Page 3242 - Week 10 - Tuesday, 18 October 2022
whenever I raised it, I was told that that was not the case. But there is no need to fret, because the minister has now suspended the work of the ACT Heritage Council and commissioned a snap review into the council.
During estimates hearings I asked the minister about the review and whether she intended to release it publicly. I was shocked, because the minister’s answer, when I asked whether the review would be released publicly, was—I might be paraphrasing slightly—“It depends on what is in it.” How is that for transparency and accountability? Obviously, if something is going to be critical of the government, they do not want to release it. So it was a “depends on what is in it” response. I hope the minster is intending to release the report in full very soon.
Clearly, if we are at the point where the minister feels that she needs to suspend the work of the Heritage Council and undertake this review, then things are in a dire state. I acknowledge that this minister has taken on the portfolio only since the last election. But that is two years. It is now two years since the election. It also makes us wonder about what on earth was going on before that time. I look forward to the minister outlining her plan to improve the ACT Heritage Council and explaining how they will finally be properly resourced to issue development application advice within the 15 working days time frame.
Very briefly, I would like to talk about the water portfolio. This budget saw funds allocated to establishing an office for water in the next two financial years. I am very, very interested in this initiative. I will be watching it very closely. Of course, there is no point having a dedicated office for water unless it is appropriately and properly funded and resourced. It must have clear and realistic water quality targets, consistent systems for monitoring and an evidence-based decision-making and annual reporting framework. I very much hope that that is what we are going to see.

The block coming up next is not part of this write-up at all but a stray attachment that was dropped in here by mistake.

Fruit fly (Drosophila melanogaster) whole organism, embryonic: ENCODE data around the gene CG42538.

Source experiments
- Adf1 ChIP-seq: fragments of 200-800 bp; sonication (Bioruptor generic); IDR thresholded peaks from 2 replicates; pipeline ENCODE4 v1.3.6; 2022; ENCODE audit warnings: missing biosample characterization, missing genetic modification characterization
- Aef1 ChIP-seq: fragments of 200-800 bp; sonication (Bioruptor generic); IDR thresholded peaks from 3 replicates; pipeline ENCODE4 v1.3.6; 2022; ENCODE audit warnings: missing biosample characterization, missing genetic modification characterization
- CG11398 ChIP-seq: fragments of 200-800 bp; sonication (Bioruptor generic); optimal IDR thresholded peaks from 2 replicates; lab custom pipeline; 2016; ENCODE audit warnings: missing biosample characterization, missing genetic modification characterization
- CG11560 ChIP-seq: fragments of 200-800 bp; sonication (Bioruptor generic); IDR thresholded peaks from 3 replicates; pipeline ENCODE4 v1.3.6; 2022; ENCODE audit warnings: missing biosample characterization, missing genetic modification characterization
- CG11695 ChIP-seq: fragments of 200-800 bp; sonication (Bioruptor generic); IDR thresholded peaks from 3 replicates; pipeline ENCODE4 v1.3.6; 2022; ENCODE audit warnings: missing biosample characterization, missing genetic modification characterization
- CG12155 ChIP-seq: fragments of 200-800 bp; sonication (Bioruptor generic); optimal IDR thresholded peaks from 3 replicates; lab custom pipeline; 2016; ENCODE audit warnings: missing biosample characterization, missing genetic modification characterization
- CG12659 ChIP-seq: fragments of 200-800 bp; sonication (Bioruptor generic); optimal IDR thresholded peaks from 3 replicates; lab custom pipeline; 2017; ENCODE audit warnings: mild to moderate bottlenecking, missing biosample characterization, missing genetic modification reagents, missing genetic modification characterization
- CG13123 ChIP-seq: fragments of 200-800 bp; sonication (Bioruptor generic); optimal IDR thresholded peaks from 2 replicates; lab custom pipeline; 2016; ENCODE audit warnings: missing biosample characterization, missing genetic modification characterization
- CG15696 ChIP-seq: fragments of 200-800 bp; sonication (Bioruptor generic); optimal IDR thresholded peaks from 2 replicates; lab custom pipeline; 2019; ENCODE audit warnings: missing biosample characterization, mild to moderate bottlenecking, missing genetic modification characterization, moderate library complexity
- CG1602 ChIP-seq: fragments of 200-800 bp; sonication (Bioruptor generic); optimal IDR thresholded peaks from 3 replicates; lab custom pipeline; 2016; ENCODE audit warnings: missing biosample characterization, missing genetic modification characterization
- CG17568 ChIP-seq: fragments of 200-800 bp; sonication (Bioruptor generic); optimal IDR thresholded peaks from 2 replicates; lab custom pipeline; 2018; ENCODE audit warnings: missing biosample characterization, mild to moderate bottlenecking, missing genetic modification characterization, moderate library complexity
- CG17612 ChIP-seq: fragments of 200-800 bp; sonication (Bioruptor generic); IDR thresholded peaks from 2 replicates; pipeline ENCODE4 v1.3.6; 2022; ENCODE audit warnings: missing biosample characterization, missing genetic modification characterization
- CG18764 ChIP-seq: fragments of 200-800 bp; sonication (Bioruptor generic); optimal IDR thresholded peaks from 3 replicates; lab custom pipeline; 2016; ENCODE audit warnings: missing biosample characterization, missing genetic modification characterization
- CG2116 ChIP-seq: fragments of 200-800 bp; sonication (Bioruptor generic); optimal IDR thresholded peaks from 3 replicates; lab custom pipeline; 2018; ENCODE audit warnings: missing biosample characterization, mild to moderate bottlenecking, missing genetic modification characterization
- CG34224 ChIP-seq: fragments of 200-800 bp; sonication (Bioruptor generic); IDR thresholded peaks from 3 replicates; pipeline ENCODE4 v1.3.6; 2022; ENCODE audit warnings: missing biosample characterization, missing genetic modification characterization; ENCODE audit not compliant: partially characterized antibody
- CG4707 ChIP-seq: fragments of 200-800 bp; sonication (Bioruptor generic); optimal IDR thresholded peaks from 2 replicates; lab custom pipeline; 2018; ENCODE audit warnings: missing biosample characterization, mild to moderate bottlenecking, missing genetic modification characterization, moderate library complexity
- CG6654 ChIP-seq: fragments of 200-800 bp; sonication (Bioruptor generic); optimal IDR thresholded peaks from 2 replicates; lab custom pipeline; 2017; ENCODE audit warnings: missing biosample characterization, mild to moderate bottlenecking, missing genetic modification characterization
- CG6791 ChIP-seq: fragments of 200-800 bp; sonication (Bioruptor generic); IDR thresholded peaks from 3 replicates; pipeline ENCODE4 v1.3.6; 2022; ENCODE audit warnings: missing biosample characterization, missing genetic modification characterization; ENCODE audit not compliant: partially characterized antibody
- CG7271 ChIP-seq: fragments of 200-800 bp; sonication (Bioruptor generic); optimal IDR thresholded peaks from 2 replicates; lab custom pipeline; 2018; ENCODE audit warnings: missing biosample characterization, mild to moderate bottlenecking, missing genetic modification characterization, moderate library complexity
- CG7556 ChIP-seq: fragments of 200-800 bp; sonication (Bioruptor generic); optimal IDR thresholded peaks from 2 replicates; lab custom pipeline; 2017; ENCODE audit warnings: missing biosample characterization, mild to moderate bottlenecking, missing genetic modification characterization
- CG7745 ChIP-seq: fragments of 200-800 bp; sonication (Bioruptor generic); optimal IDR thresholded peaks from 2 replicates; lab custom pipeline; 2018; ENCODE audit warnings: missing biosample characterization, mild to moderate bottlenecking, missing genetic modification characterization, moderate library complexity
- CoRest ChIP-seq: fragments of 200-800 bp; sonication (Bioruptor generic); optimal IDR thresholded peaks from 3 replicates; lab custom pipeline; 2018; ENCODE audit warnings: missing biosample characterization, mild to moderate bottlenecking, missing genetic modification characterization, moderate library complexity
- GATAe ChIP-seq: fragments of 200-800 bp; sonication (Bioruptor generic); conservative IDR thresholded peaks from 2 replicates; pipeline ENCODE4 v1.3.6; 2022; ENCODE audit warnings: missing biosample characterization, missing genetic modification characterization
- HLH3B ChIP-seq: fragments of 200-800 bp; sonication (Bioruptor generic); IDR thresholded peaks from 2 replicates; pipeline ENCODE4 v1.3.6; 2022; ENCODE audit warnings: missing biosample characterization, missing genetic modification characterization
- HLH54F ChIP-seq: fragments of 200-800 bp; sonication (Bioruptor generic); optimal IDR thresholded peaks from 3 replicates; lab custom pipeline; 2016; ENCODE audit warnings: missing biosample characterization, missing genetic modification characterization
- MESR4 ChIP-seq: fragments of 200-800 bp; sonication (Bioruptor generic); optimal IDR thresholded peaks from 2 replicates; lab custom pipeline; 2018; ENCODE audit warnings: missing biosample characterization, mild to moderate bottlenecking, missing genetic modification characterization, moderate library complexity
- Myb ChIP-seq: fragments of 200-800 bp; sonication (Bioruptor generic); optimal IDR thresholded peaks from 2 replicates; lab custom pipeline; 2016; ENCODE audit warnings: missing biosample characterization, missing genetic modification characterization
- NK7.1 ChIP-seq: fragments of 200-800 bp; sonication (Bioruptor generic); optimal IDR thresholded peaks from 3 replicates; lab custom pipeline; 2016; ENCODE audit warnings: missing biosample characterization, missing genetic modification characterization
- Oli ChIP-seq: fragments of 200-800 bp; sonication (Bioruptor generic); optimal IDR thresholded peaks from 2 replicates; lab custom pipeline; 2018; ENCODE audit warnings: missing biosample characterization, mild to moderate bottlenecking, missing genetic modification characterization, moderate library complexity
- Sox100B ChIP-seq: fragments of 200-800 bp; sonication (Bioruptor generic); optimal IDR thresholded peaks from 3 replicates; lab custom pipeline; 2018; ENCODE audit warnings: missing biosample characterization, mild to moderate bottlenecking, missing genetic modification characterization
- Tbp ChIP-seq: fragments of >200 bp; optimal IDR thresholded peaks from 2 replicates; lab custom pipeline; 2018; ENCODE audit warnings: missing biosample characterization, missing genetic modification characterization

I look forward to seeing what progress is made over the next 12 months and to ensuring that Canberrans are getting the most for their money, for their rates that they pay to this government, in the portfolios of environment, heritage and water.
MS VASSAROTTI (Kurrajong—Minister for the Environment, Minister for Heritage, Minister for Homelessness and Housing Services and Minister for Sustainable Building and Construction) (4.32): I rise to support the Appropriation Bill, which includes a range of new measures that the government is pursuing to conserve, connect and restore nature to our city, protect our environment and heritage, and substantially lift the quality and the sustainability of the design and construction of new buildings. These measures will help us meet the objectives that the government has committed in the Parliamentary and Governing Agreement.
I will first touch on environment. Before focusing on our local patch, I would like to turn to the bigger picture. The world is facing an increased twin crisis. Climate change and nature loss threaten irreversible changes to the global environment, changes that will profoundly impact on the wellbeing of millions of people around the world. So while much talk in the Assembly focuses, and importantly so, on the climate change crisis, these twin crises are fundamentally linked and should be tackled together. Nature-based solutions, such as conserving, restoring, and connecting ecosystems are key to the success.